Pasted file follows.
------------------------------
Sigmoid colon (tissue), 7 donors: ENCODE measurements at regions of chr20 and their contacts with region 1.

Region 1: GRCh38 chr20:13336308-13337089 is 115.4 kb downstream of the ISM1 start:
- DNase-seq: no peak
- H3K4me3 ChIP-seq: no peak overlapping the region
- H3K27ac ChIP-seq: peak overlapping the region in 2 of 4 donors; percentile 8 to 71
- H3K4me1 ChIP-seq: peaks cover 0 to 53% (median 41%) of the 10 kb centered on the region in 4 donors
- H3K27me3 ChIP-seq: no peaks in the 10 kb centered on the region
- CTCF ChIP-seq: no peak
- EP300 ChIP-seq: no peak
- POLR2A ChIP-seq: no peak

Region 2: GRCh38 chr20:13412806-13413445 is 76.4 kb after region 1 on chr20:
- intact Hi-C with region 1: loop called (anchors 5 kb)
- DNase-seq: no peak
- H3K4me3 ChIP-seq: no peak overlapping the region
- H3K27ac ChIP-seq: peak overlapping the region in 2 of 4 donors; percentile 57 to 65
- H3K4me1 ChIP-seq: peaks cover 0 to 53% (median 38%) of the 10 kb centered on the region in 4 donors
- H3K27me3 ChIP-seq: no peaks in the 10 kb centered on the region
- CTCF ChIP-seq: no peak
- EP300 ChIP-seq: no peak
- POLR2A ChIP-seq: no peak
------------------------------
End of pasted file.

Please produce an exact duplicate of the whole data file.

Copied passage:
Sigmoid colon (tissue), 7 donors: ENCODE measurements at regions of chr20 and their contacts with region 1.

Region 1: GRCh38 chr20:13336308-13337089 is 115.4 kb downstream of the ISM1 start:
- DNase-seq: no peak
- H3K4me3 ChIP-seq: no peak overlapping the region
- H3K27ac ChIP-seq: peak overlapping the region in 2 of 4 donors; percentile 8 to 71
- H3K4me1 ChIP-seq: peaks cover 0 to 53% (median 41%) of the 10 kb centered on the region in 4 donors
- H3K27me3 ChIP-seq: no peaks in the 10 kb centered on the region
- CTCF ChIP-seq: no peak
- EP300 ChIP-seq: no peak
- POLR2A ChIP-seq: no peak

Region 2: GRCh38 chr20:13412806-13413445 is 76.4 kb after region 1 on chr20:
- intact Hi-C with region 1: loop called (anchors 5 kb)
- DNase-seq: no peak
- H3K4me3 ChIP-seq: no peak overlapping the region
- H3K27ac ChIP-seq: peak overlapping the region in 2 of 4 donors; percentile 57 to 65
- H3K4me1 ChIP-seq: peaks cover 0 to 53% (median 38%) of the 10 kb centered on the region in 4 donors
- H3K27me3 ChIP-seq: no peaks in the 10 kb centered on the region
- CTCF ChIP-seq: no peak
- EP300 ChIP-seq: no peak
- POLR2A ChIP-seq: no peak